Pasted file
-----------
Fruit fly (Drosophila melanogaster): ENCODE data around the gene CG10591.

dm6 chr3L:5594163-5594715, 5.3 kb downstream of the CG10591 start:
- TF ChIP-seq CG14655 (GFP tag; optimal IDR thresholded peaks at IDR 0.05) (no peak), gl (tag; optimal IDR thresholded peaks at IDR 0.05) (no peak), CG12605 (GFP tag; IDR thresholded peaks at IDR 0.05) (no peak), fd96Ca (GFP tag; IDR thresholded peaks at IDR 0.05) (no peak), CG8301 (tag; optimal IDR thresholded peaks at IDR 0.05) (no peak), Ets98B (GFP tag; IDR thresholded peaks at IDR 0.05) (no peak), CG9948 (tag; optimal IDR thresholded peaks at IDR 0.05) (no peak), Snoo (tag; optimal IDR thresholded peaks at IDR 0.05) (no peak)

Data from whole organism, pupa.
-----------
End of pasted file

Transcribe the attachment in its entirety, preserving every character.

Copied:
Fruit fly (Drosophila melanogaster): ENCODE data around the gene CG10591.

dm6 chr3L:5594163-5594715, 5.3 kb downstream of the CG10591 start:
- TF ChIP-seq CG14655 (GFP tag; optimal IDR thresholded peaks at IDR 0.05) (no peak), gl (tag; optimal IDR thresholded peaks at IDR 0.05) (no peak), CG12605 (GFP tag; IDR thresholded peaks at IDR 0.05) (no peak), fd96Ca (GFP tag; IDR thresholded peaks at IDR 0.05) (no peak), CG8301 (tag; optimal IDR thresholded peaks at IDR 0.05) (no peak), Ets98B (GFP tag; IDR thresholded peaks at IDR 0.05) (no peak), CG9948 (tag; optimal IDR thresholded peaks at IDR 0.05) (no peak), Snoo (tag; optimal IDR thresholded peaks at IDR 0.05) (no peak)

Data from whole organism, pupa.